When asked to describe the hardest part of their transition to civilian life, veterans from around the country gave similar answers with one of the most common being: the transition from a “team” to “me” mindset was one of the most challenging adjustments. Nearly 30% of those who served 10 years prior to 911 and 44% of those who served 10 years after, stated that reentry into civilian life was difficult for them.
Assimilation into a civilian culture of individualism and an innate societal competition of self-promotion has proven to be a challenge for many veterans. Though other critical factors such as PTSD and physical trauma experienced through times of conflict or war play pivotal roles during transition, the loss of camaraderie is a sentiment that many veterans share after separating from the Armed Forces.
The military functions with a mission mindset and with the idea that “you never leave a Battle Buddy behind.” Service members are trained to work together toward common goals, to finish their assigned missions, and to protect and defend the country.
Losing the Team
“There is nothing in the civilian workforce that can approximate the bonding that occurs in the wardroom, ready room, or foxhole. Military personnel in those environments put up with much hardship -- long hours, stressful working conditions, danger to personal safety, separation from loved ones, and more. However, because they are all in it together, they get through it. This mutual self-sacrifice, teamwork, and covering each other's six contribute to individual bonding, unit cohesion, and, ultimately, the camaraderie in question.” -Tom Wolf, Military Times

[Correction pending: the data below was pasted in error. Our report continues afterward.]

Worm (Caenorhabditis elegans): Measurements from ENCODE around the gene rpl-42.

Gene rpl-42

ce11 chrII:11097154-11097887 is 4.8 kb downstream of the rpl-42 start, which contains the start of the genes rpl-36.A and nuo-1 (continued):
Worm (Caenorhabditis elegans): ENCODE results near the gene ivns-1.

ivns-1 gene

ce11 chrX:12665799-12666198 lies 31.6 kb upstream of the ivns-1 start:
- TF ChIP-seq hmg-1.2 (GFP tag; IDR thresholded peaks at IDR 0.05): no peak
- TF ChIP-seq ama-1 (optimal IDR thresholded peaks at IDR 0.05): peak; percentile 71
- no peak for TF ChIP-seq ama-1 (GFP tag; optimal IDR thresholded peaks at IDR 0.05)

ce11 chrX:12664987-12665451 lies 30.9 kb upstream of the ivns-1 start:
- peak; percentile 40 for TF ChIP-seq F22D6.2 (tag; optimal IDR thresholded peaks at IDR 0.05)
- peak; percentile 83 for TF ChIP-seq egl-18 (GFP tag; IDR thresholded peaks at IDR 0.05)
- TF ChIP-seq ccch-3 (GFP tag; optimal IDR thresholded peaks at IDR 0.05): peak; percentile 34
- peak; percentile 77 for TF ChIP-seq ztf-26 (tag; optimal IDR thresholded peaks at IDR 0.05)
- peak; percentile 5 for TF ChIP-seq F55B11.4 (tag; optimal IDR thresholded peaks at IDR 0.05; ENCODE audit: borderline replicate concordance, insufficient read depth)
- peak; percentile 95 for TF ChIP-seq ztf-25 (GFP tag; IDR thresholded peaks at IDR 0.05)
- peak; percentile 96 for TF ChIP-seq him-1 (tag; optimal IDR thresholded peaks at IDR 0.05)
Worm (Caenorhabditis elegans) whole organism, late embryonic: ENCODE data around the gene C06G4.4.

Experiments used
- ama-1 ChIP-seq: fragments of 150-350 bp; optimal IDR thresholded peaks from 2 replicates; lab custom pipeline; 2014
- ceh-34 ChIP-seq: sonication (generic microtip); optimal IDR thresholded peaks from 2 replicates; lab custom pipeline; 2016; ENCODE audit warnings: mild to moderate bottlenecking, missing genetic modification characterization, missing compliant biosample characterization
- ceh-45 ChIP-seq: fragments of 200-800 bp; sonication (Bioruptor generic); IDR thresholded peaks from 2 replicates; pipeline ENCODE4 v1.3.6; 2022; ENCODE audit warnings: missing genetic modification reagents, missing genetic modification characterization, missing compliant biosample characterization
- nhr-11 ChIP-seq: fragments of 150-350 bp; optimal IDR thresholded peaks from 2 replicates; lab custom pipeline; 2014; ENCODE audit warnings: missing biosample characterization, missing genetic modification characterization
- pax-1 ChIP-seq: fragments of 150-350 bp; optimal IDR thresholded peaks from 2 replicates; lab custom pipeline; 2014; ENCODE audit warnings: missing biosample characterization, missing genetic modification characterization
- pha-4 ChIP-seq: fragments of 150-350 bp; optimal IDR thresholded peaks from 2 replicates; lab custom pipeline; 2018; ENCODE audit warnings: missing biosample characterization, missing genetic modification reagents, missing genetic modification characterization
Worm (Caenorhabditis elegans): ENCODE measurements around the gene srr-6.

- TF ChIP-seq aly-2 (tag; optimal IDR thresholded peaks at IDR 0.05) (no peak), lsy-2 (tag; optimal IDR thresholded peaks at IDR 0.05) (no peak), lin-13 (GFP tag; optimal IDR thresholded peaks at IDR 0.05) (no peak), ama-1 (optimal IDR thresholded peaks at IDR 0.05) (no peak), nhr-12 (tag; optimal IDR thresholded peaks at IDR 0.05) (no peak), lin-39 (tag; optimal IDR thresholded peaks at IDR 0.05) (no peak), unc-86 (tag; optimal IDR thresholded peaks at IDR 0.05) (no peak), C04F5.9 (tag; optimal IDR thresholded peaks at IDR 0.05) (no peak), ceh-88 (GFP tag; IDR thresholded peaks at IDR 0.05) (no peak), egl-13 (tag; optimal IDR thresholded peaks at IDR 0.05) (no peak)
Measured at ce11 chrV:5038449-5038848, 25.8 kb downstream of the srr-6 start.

Service members go through Boot Camp training together when they first enter the military. Everything they learn from this initial training is reinforced continuously throughout their military careers. They are taught the importance of perseverance, grit, and teamwork. They learn that the needs of the military are greater than the needs of the individual. They memorize, recite, and live by military values that encompass selflessness, honor, and integrity. They also learn that every well-executed function leads to the success of the whole and that each person's role is paramount to completing a mission no matter their rank.
This type of values-driven and mission-mindset machine is hard to match in the civilian world, especially when the previous mission was to serve and protect the country. Though veterans who find civilian careers in law enforcement and firefighting are more likely to find a similar feeling of togetherness through civil duty and self-sacrifice, others that venture into corporate culture may find themselves on foreign grounds.
Redefining the Mission (The Good News)
“Being a civilian now feels like I’m just another cog in the machine. When I was serving, I felt what I was doing was important and those around me felt the same” - Dog Tag Bakery Veteran Member
A sniper, an airplane mechanic, a medic, and a quartermaster have very different jobs yet each knows that he or she is a part of a greater whole. This sense of purpose, unity, and cohesion can all but vanish (at least temporarily) when a servicemember first leaves the military.
Fortunately, a number of civilian companies make a point of hiring veterans. Working for a veteran-friendly company can provide opportunities to form a new community and to work in an environment that feels familiar. There are also government resources and programs that are centered around veteran transition.
Below are quick tips and community links for reentry into civilian life:
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